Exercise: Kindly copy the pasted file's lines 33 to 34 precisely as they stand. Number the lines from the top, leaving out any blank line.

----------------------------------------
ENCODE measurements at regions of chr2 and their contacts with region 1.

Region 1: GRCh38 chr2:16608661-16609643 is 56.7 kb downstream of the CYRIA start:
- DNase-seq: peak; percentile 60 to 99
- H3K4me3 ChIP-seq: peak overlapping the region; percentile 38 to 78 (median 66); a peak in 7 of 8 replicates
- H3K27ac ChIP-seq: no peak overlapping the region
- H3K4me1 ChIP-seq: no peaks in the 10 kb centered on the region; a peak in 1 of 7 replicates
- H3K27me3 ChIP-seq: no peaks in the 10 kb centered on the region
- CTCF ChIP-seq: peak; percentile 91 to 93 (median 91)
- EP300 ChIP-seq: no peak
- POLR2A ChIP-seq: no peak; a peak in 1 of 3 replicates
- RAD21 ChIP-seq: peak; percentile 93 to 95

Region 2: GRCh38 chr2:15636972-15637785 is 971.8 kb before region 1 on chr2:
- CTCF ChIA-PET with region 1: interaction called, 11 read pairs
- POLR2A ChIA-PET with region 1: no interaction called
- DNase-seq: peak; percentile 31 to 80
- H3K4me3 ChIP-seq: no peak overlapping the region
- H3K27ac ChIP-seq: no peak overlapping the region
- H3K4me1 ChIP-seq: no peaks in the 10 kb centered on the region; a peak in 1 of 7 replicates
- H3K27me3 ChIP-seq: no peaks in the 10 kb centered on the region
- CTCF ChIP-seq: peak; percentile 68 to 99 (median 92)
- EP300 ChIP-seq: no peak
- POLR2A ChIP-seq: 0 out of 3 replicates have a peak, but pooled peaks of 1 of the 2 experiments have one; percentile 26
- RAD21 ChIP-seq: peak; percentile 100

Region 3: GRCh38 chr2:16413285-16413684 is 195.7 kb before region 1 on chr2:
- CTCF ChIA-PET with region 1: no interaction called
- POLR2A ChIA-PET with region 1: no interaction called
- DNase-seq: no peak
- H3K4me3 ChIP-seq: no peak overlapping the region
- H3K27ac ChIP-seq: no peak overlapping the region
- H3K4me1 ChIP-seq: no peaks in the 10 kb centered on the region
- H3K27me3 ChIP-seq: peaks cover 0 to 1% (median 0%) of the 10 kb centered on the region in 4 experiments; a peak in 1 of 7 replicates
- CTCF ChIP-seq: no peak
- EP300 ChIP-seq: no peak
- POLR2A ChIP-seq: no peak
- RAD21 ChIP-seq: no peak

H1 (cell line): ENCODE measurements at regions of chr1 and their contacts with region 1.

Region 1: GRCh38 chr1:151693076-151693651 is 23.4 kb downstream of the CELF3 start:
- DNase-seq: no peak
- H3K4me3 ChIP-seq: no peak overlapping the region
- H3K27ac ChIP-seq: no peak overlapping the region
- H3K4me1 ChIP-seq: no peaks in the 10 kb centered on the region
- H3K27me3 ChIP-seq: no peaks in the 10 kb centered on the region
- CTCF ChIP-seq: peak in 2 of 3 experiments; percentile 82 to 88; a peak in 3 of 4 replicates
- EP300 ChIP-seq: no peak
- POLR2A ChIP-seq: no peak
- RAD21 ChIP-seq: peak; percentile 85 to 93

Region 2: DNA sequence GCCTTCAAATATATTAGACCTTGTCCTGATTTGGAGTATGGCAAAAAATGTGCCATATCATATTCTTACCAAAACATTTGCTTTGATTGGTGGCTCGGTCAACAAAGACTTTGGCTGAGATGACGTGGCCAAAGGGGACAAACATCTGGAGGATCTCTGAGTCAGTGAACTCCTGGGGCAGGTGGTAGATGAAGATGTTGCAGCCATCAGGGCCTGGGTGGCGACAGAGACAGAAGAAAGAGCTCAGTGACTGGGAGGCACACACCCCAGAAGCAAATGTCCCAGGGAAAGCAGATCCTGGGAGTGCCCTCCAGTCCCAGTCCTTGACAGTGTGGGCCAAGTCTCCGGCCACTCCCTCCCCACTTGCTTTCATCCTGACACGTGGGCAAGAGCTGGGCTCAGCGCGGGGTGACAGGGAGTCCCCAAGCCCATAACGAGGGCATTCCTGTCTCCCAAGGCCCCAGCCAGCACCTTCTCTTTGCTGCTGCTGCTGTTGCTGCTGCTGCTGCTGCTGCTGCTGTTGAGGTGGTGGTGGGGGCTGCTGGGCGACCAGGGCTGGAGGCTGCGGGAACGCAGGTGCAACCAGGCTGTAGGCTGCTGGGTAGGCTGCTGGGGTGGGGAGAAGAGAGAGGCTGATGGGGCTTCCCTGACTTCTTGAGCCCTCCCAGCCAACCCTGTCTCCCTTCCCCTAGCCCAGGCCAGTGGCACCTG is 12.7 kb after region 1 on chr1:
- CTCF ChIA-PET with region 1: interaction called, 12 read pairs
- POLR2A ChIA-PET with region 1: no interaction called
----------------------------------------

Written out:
- EP300 ChIP-seq: no peak
- POLR2A ChIP-seq: no peak